By Deborah Shapple Spillman

What position do items play in realist narratives as they circulate among societies and their diversified structures of worth as commodities, as charms, as presents, as trophies, or as curses? This e-book explores how the fight to symbolize gadgets in British colonial realism corresponded with historic struggles over the fabric international and its value.

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Arthur Kahn (London: Merlin Press, 1978), 134, 145. ” 131. Andrew Miller makes an analogous point about the impact of increasingly abstract commodity relations on the mid-century realist novel when discussing Vanity Fair. ” See Andrew H. Miller, Novels Behind Glass: Commodity Culture and Victorian Narrative (Cambridge: Cambridge University Press, 1995), 9–10. Roland Barthes, “The Reality Effect,” The Rustle of Language, trans. Richard Howard (Berkeley: University of California Press, 1989), 148.

All translations by author unless otherwise indicated. The Cologne-born ethnologist and natural scientist is perhaps best known for the ethnological museum in his city of birth that bears his name – the Rautenstrauch-Joest-Museum. Joest’s extensive ethnographic collection was donated to the city in 1899, two years after his death, and the museum was founded in 1901. Berlin’s Ethnological Museum opened to the public as an individual institution in 1883. 3. “Verzeichniss,” 147. 4. “Verzeichniss,” 147.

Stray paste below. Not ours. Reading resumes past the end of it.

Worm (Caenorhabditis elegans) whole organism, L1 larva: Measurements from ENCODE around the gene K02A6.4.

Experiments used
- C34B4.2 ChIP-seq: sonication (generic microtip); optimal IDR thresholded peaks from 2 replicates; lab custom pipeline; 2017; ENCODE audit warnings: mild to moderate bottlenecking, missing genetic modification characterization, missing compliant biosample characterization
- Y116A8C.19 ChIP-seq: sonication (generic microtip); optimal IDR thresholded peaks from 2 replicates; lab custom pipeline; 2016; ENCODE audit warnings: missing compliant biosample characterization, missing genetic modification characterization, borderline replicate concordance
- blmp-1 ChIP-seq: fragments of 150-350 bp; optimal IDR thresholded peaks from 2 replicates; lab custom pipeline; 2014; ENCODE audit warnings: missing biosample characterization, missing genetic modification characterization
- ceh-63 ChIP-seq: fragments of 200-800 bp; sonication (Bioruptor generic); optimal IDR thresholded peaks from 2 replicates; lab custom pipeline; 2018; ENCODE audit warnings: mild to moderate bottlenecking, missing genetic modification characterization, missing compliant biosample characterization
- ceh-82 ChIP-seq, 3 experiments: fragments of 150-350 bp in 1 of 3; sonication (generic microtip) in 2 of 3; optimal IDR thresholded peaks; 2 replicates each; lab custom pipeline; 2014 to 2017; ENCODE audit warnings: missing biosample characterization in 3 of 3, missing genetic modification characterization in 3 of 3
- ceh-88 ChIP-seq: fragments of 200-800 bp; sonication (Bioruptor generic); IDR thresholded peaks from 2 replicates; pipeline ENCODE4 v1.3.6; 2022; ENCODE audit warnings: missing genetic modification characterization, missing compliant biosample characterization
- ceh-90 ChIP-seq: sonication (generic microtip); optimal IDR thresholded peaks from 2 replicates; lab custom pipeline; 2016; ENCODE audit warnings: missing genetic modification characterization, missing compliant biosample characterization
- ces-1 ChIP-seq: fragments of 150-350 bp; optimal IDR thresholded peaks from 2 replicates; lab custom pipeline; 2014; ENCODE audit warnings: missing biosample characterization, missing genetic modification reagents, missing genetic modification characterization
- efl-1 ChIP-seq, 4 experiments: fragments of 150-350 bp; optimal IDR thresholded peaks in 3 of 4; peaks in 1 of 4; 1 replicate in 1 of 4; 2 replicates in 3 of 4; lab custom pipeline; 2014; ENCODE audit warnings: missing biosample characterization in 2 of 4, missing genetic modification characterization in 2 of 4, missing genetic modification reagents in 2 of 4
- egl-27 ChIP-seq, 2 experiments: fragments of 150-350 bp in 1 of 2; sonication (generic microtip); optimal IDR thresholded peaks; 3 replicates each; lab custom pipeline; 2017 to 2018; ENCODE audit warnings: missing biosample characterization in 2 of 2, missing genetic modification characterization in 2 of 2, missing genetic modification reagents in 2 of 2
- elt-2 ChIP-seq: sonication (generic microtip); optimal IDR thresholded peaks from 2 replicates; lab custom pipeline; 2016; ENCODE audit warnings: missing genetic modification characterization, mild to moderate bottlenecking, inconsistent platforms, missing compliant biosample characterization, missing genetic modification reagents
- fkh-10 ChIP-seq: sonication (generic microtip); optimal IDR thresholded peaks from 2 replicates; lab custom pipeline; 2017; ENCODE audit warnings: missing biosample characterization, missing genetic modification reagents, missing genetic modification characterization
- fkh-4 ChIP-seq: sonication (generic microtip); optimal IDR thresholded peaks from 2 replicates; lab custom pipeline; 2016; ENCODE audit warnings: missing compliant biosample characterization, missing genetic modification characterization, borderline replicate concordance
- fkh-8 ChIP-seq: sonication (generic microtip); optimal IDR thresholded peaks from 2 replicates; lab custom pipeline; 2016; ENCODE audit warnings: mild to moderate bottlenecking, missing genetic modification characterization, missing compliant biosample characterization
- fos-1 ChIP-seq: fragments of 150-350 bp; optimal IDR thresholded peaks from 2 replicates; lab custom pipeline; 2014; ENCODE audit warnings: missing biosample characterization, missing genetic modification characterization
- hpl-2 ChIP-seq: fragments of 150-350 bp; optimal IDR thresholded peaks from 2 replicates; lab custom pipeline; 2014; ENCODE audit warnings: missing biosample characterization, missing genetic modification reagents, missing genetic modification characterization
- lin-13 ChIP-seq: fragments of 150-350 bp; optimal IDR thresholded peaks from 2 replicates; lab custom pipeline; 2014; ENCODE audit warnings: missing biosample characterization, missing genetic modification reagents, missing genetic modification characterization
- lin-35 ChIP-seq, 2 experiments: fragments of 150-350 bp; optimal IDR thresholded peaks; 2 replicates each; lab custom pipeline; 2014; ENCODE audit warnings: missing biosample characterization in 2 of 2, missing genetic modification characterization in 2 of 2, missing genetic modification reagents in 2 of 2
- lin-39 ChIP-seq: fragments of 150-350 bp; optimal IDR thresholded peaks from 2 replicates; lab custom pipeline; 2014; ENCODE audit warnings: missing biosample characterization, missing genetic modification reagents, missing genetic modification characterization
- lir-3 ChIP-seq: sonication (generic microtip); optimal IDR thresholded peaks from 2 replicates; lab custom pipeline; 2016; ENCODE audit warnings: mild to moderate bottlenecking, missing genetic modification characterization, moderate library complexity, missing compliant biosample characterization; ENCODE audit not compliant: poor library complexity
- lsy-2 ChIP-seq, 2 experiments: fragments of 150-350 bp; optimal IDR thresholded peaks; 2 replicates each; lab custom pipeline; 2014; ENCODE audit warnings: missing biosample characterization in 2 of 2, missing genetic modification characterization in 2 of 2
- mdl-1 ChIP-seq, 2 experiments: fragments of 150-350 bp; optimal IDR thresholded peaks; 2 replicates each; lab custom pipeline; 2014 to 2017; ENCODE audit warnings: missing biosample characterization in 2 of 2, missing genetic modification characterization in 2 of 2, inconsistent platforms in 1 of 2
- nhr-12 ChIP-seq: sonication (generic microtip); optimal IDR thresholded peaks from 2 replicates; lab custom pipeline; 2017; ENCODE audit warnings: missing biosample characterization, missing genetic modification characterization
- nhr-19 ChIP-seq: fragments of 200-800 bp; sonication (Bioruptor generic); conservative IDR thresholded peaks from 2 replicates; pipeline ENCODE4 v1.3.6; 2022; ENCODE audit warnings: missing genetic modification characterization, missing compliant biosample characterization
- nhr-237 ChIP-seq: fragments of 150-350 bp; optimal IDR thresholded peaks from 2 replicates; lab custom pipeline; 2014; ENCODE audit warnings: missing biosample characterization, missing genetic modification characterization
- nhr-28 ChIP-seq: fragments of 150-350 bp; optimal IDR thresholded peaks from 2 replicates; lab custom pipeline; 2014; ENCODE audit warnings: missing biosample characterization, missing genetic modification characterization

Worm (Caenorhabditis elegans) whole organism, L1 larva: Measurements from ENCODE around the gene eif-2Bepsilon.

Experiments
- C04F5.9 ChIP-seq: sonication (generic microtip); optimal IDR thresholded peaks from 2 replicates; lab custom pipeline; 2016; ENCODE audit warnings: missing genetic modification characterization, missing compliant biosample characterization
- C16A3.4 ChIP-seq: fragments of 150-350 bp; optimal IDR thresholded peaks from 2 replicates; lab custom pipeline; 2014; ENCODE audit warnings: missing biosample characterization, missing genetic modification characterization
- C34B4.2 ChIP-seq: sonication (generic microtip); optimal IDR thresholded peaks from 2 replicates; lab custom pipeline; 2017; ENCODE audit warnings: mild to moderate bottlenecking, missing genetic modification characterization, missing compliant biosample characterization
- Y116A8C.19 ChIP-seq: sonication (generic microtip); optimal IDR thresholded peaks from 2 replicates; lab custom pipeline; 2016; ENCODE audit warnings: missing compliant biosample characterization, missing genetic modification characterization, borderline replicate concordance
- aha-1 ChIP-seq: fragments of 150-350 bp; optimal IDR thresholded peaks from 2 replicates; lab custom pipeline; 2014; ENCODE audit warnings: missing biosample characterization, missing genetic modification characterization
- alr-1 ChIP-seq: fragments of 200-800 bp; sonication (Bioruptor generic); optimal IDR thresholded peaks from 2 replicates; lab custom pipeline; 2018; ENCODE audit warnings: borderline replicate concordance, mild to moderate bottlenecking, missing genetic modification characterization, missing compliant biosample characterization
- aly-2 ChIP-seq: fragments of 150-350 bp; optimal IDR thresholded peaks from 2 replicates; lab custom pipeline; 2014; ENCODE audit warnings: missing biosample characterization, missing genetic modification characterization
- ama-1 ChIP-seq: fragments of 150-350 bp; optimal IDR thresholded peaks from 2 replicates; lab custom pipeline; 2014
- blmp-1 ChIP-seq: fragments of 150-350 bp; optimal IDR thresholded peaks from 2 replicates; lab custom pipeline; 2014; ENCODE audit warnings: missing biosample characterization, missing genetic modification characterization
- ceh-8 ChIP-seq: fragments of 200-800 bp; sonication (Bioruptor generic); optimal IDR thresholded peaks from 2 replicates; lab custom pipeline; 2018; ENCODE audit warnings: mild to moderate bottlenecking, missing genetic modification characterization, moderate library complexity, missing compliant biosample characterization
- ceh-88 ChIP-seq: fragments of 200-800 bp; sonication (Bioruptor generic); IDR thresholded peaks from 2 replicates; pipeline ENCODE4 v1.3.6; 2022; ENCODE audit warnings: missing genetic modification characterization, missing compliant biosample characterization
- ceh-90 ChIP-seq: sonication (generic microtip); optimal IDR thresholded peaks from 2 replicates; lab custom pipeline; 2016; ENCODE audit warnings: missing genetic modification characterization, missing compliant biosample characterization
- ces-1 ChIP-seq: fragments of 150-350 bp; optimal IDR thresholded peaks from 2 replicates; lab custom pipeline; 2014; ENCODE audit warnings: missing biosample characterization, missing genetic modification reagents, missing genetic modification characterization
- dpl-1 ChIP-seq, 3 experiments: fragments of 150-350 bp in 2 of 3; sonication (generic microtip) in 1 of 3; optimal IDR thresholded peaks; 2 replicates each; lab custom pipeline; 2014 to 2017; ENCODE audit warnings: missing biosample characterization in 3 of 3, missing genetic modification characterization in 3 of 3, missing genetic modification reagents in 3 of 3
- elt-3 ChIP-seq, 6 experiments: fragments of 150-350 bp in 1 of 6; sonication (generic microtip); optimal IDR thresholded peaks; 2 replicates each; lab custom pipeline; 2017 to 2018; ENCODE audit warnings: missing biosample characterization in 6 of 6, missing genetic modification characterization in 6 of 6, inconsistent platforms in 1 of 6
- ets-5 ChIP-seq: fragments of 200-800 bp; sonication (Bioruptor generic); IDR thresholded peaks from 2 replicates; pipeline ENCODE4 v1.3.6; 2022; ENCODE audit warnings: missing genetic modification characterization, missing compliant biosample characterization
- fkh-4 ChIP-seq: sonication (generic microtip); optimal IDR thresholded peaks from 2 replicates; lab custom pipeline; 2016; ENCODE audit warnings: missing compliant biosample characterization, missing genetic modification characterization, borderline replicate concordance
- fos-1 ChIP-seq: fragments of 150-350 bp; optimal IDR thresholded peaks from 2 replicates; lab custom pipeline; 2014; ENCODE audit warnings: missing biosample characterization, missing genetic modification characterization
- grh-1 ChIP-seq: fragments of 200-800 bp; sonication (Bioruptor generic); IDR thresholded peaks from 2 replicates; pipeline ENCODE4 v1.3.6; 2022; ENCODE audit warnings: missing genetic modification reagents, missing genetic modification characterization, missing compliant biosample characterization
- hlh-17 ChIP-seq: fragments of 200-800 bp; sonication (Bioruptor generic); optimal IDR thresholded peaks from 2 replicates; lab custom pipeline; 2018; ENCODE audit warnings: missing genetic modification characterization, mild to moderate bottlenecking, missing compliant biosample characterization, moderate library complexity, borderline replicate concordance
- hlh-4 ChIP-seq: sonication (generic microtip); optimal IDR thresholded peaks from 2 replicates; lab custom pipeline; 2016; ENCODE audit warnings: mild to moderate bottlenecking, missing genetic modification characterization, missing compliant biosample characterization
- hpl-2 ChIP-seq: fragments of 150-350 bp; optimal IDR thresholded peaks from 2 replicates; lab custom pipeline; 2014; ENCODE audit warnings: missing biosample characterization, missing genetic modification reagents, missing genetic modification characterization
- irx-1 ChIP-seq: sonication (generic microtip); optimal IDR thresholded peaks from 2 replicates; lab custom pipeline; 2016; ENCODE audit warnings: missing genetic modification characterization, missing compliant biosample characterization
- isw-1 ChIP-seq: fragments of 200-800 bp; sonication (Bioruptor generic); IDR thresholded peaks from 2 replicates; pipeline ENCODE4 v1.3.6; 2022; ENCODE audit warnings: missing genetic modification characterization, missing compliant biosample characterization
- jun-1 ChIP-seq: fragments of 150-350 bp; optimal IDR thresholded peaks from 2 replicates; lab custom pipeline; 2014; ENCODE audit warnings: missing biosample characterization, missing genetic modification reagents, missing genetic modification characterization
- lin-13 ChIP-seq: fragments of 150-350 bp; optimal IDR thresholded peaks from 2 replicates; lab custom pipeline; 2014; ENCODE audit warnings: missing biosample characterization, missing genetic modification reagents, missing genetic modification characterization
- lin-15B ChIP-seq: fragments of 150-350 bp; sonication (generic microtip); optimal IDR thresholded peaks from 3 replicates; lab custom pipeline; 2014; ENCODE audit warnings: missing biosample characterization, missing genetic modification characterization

70. 71. 72. this passage when elaborating his theory of a material unconscious. See Bill Brown, The Material Unconscious: American Amusement, Stephen Crane, and the Economics of Play (Cambridge: Harvard University Press, 1996), 248. Location of Culture, 110. Roland Barthes, Camera Lucida: Reflections on Photography, trans. Richard Howard (1980; New York: Hill and Wang, 1994), 87. Location of Culture, 110. Location of Culture, 113. Material Unconscious, 4. Material Unconscious, 4. See Elleke Boehmer, Colonial and Postcolonial Literature: Migrant Metaphors (Oxford: Oxford University Press, 1995), 94.

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